Panel: Translating Silence and Dis-ease
Copanelists: Linda DeMaio Brewer and Linda C. Middleton
In this paper I explore the notion of empathy as a central factor in the translation of internal experience into the public sphere, through autobiographical writing. My focus is on the narration of abuse within my family. By drawing attention to things that would otherwise be ignored, the writer can reverse figure and ground. In other words, the writer can bring forward issues that are obscured or hidden through familial, societal, or psychologically determined conspiracies of silence. To reverse figure and ground,, the autobiographer relies on an empathic reader who is willing to engage with material that is difficult and sometimes disturbing.
I use the work of Eviatar Zerubavel on the nature of “silence and denial in everyday life” to highlight the tension between the autobiographer’s role in translating the unspeakable into the speakable, and the reader’s willingness or otherwise to interpret the writer’s experience from an empathic position. This requires an ability to tolerate the uncertainty of another’s perspective, particularly when that threatens the reader’s “cognitive tranquility.” I write from the dual perspective of autobiographer and psychotherapist, and use my creative writing to highlight the complexity involved in any such translation. This complexity is underpinned by the gaps that exist within any autobiographical text, and the difficulties of negotiating the crossover from the inner to the outer in face of the indeterminate differences that exist between all human beings.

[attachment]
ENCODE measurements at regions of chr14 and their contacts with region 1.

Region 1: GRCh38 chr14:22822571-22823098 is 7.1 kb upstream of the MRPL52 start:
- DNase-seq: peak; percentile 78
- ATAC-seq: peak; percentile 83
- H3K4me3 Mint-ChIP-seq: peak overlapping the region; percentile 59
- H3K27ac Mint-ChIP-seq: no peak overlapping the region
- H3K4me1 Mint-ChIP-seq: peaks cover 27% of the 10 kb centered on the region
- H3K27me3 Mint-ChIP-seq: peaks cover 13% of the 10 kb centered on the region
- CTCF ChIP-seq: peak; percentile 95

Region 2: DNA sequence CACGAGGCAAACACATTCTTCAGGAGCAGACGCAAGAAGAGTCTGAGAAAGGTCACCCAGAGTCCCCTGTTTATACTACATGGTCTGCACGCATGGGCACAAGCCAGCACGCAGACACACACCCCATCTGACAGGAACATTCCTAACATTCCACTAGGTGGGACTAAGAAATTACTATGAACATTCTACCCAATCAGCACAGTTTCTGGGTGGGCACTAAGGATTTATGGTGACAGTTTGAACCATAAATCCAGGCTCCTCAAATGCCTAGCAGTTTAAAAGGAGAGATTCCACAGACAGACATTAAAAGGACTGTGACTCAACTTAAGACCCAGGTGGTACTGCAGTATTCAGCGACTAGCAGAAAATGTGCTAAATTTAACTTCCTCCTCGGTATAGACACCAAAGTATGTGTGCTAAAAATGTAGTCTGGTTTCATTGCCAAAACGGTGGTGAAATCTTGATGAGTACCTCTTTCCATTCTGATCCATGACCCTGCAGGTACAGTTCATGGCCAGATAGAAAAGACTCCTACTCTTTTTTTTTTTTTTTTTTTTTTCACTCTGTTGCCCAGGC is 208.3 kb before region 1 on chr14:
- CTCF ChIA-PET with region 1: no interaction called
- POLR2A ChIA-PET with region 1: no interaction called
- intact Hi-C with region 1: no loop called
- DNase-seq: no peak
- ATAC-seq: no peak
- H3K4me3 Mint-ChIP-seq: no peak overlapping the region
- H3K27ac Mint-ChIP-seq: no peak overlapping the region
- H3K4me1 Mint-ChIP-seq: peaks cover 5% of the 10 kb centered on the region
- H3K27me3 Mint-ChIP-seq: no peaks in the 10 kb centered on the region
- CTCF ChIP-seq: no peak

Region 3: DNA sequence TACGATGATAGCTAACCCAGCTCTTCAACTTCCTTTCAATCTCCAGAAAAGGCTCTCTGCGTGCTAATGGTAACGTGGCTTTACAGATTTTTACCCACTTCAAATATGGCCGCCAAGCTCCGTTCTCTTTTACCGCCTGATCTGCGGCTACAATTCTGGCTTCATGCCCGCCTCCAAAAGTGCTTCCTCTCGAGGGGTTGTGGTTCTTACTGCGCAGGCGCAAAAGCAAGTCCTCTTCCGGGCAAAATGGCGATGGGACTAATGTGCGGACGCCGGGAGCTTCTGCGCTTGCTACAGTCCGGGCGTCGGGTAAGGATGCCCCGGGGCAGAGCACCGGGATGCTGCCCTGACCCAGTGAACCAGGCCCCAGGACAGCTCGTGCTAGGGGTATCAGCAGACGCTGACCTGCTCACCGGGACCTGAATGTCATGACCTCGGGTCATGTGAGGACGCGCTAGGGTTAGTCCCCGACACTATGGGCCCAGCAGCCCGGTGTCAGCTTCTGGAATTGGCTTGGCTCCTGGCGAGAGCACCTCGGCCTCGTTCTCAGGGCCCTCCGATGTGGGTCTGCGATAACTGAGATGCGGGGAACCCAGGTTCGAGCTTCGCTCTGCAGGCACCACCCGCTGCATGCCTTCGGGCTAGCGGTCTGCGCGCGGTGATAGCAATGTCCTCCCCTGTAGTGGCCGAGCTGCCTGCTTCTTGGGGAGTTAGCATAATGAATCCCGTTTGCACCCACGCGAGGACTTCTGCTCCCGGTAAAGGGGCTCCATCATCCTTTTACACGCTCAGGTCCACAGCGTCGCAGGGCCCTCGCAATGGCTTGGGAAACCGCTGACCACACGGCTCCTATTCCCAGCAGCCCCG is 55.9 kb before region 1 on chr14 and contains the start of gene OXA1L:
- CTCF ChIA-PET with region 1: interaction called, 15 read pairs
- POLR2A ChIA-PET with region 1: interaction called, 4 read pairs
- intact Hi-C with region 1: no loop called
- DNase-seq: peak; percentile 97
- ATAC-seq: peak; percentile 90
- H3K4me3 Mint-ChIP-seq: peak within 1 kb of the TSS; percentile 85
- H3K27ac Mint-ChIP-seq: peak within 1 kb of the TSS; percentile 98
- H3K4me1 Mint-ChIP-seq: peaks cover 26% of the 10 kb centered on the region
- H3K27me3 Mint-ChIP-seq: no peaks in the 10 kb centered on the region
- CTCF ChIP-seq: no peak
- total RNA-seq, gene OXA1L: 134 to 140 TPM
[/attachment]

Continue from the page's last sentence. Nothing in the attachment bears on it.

Elisabeth Hanscombe is a writer and psychoanalytic psychologist who is currently undertaking a PhD in the Unit for Biography and Autobiography at La Trobe University on the topic “Theories of Autobiography: Life Writing and the desire for revenge.” She is interested in the ways in which Psychoanalytic Object Relations theory intersects with that of narrative and the auto/biographical. She has published a number of short stories and essays in the area of autobiography, psychoanalysis, testimony, trauma, and creative non-fiction.